A few people have been asking me about a conference I attended last weekend in Chicago. It was the inaugural “Yes And Mental Health” conference and it was the first of its kind. Though it seems specialists have been using improv as a tool in helping folks with mental health issues for some time now, this was the first conference that melded these worlds together. The conference itself seemed predominantly for psychologists and people working in mental health, however there were tremendous benefits to attending for people like me, who are just improv instructors. (Not just an improv instructor, but like, there aren’t any credentials after my signature, is all I’m saying. Although I suppose I could put my Bachelor’s Degree in Social Science up there, but I’m neither pretentious nor desperate, so let’s get on with it.)
Back in April, I co-organized an event for the benefit of women in the comedy community in Toronto with my buds Alicia Douglas and Candace Meeks. The idea was that if other women in the comedy had gone through some of the garbage that we had gone through, it might be a good thing to have somewhere to talk about it, and to use some other skills like mindfulness and even improv itself to help us in dealing with said garbage.
Fast forward to last weekend, where in an effort to gain more knowledge and information about using mental health and wellness techniques for our own future workshops, we ended up in Chicago and were privy to exceptionally interesting lectures and fantastic performances all geared towards combining improv, mental health and wellbeing.
“The root of improvisation is in social change.” Rachael Mason
The weekend kicked off with a panel with notable improvisers such as Rachael Mason and Jimmy Carrane as well as some of the therapists who would be running the workshops over the weekend. Unfortunately, we missed the majority of this discussion due to it taking a long-ass time to get from Toronto to Chicago, but what I did get from this is that improv itself was used as a tool to help actors get in touch with the truth of their characters; while places using improv for entertainment like The Second City began also with a view of social change, using satire as subversion.
The next day, Mason talked about ways to correct racist and prejudiced behaviour as improv teachers and discussed the notion of creating “brave spaces” where every idea has the right to be explored. And though this means difficult subjects may come to light in class, it is there where improv teachers need to be as brave and judgement-less as their students in order for them to do the same.
Improv has the power to provide very similar releases to what people sometimes experience through therapy; the main difference is that improv cannot provide the after-care. And that’s where a lot of people were talking about bridging the two fields and taking that conversation much more seriously going forward.
We talked about the healing power of improv in a lecture by MSW Assael Romanelli. This was a bit more complicated to summarize but his work has proven that what happens when people play improv can generate growth in individuals; socially and personally. Anyone who’s done an improv program can probably say like “yeah, no shit!” to that, but he had some really cool actual brain- science to back it up.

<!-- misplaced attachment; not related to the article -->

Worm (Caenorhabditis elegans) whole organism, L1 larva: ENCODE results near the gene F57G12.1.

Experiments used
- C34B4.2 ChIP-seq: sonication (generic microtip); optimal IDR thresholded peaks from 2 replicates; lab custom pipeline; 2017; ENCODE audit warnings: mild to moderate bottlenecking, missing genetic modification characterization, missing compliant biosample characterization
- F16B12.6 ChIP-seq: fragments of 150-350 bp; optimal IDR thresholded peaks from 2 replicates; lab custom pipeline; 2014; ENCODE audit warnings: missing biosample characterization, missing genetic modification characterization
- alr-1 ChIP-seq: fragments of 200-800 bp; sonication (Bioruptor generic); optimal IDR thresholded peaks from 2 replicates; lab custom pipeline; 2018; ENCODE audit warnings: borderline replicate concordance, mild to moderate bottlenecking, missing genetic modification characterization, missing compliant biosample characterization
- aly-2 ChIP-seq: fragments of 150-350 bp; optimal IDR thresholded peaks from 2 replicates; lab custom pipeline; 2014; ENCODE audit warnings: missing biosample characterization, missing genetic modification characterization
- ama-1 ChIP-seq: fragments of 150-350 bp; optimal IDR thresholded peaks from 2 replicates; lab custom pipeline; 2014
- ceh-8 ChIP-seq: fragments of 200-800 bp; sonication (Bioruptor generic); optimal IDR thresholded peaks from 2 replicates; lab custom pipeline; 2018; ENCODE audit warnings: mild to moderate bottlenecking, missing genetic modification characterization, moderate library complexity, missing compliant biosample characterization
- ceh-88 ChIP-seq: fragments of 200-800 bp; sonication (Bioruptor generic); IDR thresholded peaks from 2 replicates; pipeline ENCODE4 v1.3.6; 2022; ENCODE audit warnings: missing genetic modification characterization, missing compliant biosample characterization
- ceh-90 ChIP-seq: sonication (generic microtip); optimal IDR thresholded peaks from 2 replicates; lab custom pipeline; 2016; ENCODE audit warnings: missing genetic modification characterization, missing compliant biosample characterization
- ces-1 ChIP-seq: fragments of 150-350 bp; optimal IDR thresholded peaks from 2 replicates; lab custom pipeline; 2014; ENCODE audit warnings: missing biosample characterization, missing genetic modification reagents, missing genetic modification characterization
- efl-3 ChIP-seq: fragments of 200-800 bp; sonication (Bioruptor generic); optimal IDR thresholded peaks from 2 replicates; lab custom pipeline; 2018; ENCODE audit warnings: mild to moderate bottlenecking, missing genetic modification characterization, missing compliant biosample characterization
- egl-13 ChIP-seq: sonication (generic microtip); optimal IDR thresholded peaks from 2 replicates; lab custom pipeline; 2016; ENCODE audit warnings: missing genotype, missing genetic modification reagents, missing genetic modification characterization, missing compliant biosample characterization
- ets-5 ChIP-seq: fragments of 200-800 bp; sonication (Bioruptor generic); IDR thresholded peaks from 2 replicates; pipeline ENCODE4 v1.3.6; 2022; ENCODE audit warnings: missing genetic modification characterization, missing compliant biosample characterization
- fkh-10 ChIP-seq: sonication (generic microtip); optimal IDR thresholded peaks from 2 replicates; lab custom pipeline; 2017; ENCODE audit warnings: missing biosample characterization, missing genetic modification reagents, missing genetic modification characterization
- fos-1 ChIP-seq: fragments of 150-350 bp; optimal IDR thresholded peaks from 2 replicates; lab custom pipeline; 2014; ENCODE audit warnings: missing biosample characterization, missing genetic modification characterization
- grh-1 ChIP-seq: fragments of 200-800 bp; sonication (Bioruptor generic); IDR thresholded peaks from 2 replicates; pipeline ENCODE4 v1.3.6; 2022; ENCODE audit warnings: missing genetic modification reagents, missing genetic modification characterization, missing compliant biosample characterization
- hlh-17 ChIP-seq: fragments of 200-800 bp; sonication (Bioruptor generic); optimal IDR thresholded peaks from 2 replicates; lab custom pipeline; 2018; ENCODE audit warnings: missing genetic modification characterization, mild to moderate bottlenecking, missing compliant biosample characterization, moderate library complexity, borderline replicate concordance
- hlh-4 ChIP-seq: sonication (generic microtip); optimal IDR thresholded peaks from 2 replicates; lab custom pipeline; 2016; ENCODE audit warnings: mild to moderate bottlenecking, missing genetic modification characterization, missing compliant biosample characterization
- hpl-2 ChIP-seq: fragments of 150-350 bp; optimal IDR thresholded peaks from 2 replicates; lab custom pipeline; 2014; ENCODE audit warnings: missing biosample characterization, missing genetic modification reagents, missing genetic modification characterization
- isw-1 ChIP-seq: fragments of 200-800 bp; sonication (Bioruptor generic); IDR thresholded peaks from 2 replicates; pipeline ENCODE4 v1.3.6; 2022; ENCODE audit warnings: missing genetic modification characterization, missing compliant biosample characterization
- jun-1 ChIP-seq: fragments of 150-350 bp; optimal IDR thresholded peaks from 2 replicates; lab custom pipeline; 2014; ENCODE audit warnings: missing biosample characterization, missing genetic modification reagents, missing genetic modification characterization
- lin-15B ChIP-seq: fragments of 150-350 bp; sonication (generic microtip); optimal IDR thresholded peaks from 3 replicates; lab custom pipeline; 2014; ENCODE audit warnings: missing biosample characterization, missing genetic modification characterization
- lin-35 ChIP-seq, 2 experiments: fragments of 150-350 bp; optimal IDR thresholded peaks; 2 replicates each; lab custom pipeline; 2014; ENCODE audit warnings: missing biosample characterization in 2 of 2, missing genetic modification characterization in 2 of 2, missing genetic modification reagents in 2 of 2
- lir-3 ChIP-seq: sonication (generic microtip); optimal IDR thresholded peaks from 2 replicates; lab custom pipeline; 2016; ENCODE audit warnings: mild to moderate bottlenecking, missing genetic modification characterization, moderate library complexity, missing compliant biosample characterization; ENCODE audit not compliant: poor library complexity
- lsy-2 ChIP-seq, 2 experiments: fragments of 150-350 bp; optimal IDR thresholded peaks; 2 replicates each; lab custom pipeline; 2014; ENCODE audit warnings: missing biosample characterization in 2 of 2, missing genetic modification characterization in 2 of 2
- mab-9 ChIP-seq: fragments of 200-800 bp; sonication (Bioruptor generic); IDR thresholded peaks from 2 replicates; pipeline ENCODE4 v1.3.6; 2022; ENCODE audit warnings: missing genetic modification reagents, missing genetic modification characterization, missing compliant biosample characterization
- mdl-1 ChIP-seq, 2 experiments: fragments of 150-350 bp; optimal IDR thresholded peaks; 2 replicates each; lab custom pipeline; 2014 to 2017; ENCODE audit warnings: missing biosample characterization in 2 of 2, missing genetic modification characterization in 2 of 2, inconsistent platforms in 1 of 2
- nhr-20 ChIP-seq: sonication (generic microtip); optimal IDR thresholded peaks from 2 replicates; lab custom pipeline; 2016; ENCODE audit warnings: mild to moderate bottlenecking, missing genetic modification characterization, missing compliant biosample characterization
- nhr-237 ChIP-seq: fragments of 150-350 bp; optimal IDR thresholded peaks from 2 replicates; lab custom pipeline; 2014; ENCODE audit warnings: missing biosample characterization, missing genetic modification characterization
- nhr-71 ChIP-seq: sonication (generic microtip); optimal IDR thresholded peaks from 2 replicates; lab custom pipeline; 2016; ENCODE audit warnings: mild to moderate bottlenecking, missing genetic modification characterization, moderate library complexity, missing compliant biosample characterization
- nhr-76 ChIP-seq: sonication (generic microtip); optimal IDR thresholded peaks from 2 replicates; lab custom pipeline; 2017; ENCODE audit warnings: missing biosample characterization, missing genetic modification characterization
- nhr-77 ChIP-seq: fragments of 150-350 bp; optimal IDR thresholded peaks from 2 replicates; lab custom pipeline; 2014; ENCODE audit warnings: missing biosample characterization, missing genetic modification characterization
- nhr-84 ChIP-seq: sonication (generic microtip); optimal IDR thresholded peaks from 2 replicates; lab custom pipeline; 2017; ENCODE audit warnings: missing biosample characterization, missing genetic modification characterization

We learned about Therapeutic Improv from Azizi Marshall, a Drama Therapist. She taught us some games that can help encourage playfulness, expressiveness, creativity and interpersonal trust in individuals. (followed up, of course, with this notion that anything beyond these games would necessitate the leadership of a trained therapist or social worker.)
We watched an improv troupe comprised entirely of therapists, another entirely of people aged 50+ and then, watched a musical troupe have their set dissected by therapists in the form of a podcast. This opened up my view of who improv can belong to; because I often see it as a pursuit by mostly 20-30 year old actor/comedians, but these groups broke down those barriers (and analyzed the shit outta them!)
We learned the improv games that work very well when teaching improv people with Autism Spectrum Disorder and learned of the incredible strides in communicating some individuals can make in the playful and judgement-free zone of an improv class.
We took a musical impov workshop with Stephanie McCullough, which was fun and incredibly therapeutic. This was pretty groundbreaking for me because I typically see musical improv as a series of people either trying to outshine each other with the quality of their voice or their ability to rhyme. This was neither; it was musical and personal and political and I loved all of it.
Some of the workshops were running simultaneously, so sadly we weren’t able to take in every single one we would have liked. (I’m bummed I missed out on Margot Escott’s Play for Play’s Sake, but I’m hoping to find out about it on her podcast.
The whole weekend was an incredible re-set; remembering that improv is so much more than competition to. Remembering how it has helped me through some pretty crappy experiences of my own. Learning how I can apply certain learnings and techniques to make me a better improv teacher. Meeting new people who also see improv as being as powerful as I do. Sharing the experience with two of my best buddies who I also happen to admire the crap out of given their knowledge and experience with this craft. Oh, and also, deep dish pizza.
I’m happy to talk to his in more detail with people individually, but right now, I’m inspired. We need a venue for our next workshop, and I can’t wait to get back in the classroom with my Level As.
Thanks so much to the organizers and everyone responsible for putting on the inaugural Yes And Mental Health Conference on a wonderful conference & all the best keeping this momentum going!